– Milliways
    Mar 26 at 13:44
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    I don't remember you. The number of users is not relevant - the number of active threads is the issue, and Linux is inherently multi-threaded. The risk is that contending writes to hardware registers will result in a hardware state other than either intend, with unknown consequences. You think the pinctrl author would add that warning if pinctrl was guaranteed harmless? The libgpiod tools have man files. libgpiod v2 includes examples. We're not talking writing in assembler, but about end users being casually encouraged to use tools with the potential to break their hardware. Mar 26 at 14:01
  • Thanks for the response - the comment about "not conventionally accessible" seemed to suggest my code would become a daemon, which is not necessarily convenient and makes me worried that it could cause issues or weird interactions. The links may be old but I'm struggling to find anything that looks official / reliable that isn't the GPIOZero (python) docs and shows me sensible basic examples of how to use GPIO pins on a newer Pi OS. I am trying to avoid hacks with this as it needs to be future-proof, I've already been tripped over by the whole Python setup changing.
    – John U
    Mar 26 at 14:39
  • @KentGibson if Debian/Raspberry Pi OS implement v2 it may be usable but this is likely to be in 2 years at earliest.
    – Milliways
    Mar 26 at 21:10
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Well... Yes - I feel "rag-tag" does sum up the situation fairly well for some of the libraries you've mentioned. As Milliways has pointed out, we've been hearing for years that sysfs is on the way out, and libgpiod is "THE FUTURE". I've spent some time with libgpiod, and if that is indeed the future, then give me "Planet of the Apes" instead. :)

Just a couple of points to make; then I'll butt out, and leave this to you for a decision:

  1. Despite rumors to the contrary, wiringPi is not "dead". In fact, they seem to be energized now, and making progress. They've declared some ambitious objectives, but they have just released a ver 3.2 that works w/ both bullseye & bookworm. I've not been compelled to try the new release yet as all of my systems (except the RPi5) are bullseye. Disclosure: I'm a long-time fan of wiringPi.

  2. pinctrl is very interesting. You can read the understated capabilities on the GitHub page. I don't have a lot of experience with it, but having used it a couple of times for small projects on my RPi5 I found it to be spare, rational and effective. Another thing I found appealing about pinctrl is its extensibility; i.e. it's split into a library and separate client app - but in a far more rational way than libgpiod. pinctrl also eschews the sysfs interface, and I've wondered if pinctrl is Raspberry Pi's "insurance" policy against what appears to be the "software Hindenburg" that is libgpiod. Disclosure: I've tried both the "stock" version (1.6), and the latest version (2.1 last I checked) of libgpiod. I believe libgpiod's proponents are 'whistling Dixie' - but that's just my opinion.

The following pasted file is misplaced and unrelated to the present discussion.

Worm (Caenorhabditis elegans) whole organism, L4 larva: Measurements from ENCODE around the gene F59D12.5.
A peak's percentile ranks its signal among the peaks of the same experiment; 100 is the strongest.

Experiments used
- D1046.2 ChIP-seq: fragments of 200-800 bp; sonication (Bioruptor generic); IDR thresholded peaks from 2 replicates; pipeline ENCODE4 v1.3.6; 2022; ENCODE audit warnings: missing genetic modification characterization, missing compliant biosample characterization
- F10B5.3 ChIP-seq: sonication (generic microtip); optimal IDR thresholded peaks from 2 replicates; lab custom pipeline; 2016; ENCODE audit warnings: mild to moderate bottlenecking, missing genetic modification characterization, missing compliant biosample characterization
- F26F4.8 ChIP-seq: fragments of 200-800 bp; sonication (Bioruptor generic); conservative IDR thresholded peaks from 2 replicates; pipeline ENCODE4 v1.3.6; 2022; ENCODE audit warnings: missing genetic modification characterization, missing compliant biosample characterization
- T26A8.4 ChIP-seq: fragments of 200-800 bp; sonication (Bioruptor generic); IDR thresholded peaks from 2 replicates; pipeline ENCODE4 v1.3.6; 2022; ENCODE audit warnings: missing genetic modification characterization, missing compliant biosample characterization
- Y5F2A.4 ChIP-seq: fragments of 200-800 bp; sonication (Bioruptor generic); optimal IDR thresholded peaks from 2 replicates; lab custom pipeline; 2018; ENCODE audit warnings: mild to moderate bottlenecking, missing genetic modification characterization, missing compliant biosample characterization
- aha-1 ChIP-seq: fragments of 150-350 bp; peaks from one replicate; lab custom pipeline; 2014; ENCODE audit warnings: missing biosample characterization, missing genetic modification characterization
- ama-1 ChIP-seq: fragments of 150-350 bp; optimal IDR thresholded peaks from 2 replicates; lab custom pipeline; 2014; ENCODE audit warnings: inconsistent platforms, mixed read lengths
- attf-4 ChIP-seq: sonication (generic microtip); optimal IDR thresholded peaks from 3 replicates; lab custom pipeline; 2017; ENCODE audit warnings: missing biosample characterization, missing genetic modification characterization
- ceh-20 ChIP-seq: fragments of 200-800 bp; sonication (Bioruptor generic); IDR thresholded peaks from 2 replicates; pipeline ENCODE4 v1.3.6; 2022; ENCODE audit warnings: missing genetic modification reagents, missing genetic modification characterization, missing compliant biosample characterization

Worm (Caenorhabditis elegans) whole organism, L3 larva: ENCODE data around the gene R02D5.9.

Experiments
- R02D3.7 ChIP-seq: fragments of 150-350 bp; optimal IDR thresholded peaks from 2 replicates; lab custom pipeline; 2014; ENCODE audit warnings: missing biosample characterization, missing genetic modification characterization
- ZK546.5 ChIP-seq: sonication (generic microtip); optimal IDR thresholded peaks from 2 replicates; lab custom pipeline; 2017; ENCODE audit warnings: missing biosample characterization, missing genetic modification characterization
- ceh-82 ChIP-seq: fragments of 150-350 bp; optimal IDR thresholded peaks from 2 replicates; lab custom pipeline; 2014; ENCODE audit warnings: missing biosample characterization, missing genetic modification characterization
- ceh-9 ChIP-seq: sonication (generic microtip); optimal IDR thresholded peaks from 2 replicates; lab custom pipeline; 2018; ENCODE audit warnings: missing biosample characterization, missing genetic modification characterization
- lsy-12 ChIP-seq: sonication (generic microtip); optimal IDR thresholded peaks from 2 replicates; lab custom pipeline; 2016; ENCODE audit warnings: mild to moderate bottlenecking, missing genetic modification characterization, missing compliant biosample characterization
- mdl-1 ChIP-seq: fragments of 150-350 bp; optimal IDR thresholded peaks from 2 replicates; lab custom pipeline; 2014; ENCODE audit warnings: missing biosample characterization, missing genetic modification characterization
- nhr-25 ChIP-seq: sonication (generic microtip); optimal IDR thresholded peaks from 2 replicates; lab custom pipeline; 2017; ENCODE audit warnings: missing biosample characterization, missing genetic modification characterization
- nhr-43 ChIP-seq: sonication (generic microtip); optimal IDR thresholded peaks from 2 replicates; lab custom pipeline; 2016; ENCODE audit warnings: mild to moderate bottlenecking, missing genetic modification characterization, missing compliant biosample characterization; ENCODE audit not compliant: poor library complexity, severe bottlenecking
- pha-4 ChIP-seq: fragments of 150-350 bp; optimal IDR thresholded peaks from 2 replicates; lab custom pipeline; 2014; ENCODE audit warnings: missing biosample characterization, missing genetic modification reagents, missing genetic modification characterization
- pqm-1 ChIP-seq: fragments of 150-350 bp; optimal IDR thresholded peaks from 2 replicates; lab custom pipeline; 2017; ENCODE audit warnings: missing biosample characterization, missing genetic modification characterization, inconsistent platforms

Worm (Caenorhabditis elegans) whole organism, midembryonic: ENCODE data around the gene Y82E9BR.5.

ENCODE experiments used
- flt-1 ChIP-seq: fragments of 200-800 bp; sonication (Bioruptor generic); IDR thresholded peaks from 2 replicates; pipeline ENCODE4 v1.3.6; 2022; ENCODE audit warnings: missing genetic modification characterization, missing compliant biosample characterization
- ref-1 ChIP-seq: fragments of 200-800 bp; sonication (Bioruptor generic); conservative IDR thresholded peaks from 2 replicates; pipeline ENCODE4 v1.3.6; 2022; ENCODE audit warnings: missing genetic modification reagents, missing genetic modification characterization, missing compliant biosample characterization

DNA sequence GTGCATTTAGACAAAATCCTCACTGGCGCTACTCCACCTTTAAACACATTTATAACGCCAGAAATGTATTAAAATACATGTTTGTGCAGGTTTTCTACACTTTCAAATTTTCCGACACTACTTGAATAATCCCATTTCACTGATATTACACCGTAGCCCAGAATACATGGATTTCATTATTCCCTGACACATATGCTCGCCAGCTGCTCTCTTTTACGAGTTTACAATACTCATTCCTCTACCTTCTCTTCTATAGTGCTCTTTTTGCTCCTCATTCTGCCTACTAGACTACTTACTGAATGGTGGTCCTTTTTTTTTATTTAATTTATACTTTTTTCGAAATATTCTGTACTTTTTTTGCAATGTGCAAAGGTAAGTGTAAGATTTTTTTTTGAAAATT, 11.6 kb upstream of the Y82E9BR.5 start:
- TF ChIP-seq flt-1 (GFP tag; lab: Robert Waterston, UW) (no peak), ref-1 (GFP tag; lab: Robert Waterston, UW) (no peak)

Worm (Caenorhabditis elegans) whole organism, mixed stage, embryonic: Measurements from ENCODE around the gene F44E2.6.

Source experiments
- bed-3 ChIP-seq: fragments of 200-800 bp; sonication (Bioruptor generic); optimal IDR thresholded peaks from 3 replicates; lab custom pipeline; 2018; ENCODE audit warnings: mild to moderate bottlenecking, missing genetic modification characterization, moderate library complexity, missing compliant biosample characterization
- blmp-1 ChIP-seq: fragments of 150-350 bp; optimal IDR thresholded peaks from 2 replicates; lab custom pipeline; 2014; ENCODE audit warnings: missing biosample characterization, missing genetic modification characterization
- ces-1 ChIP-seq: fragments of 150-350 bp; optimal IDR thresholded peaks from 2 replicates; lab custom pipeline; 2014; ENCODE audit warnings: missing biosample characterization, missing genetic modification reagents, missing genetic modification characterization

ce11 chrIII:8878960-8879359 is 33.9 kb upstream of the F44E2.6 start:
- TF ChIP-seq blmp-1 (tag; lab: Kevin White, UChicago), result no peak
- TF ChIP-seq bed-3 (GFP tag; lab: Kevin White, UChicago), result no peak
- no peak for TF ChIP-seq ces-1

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  • The GPIO character device is the official GPIO userspace interface for Linux, and libgpiod is the official C library for that. Neither are going away anytime - even if they were deprecated today they would hang around for years - sysfs was deprecated about 8 years ago and only now is it finally being removed. pinctrl leaves you at the mercy of the Pi devs - how is that working for you so far? Mar 27 at 0:59
  • wiringpi.com is a single page that reads: "This is wiringpi.com. As of the end of 2023, you'll not find anything here anymore. It's gone." that does not fill me with reassurance that I want to base my project on it, however the repo you linked is certainly more positive... just a shame people can't join things up so Gordon's website points to the new team or something.
    – John U
    Mar 27 at 10:04
  • @JohnU: Gordon (original author of wiring pi) owns wiringpi.com, and apparently won't release it. He was "pre-Git". There are stories about Gordon that have been floating around for years. I don't know Gordon at all, but at one time he had a much more negative message on his website than the one you saw. I think he may have invested too much of himself in wiringPi. It all went into the code & nothing was left for the people using it. But of course it's you who has to make the decision wrt your project.
    – Seamus
    Mar 27 at 19:00
  • That's a shame, but certainly wouldn't be the first case of that sort of thing happening.
    – John U
    Mar 28 at 9:31
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    @ChadFarmer TLDR: Torvalds decides. When I say "Linux" I mean the kernel - specifically the mainline kernel that you will find on kernel.org, not distros. That is the only official Linux. Linux distros, like Ubuntu and Raspberry PiOS, can and do fork the mainline kernel and so may provide other options, both in their kernel and the libraries they provide. Similarly users can customise their installation as they see fit. So the distros and users may be unstructured, but that is independent of the mainline kernel. Apr 20 at 12:59